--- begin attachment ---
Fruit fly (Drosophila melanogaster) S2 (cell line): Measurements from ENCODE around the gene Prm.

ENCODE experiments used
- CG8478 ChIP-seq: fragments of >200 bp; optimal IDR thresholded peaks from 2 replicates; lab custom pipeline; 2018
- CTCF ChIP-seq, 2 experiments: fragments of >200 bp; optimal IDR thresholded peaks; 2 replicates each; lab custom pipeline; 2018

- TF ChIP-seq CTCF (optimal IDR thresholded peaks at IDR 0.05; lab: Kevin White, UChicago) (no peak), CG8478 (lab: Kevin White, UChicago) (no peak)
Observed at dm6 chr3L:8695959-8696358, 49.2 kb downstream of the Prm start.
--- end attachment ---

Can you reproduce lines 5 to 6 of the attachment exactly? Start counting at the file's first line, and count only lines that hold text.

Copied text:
- TF ChIP-seq CTCF (optimal IDR thresholded peaks at IDR 0.05; lab: Kevin White, UChicago) (no peak), CG8478 (lab: Kevin White, UChicago) (no peak)
Observed at dm6 chr3L:8695959-8696358, 49.2 kb downstream of the Prm start.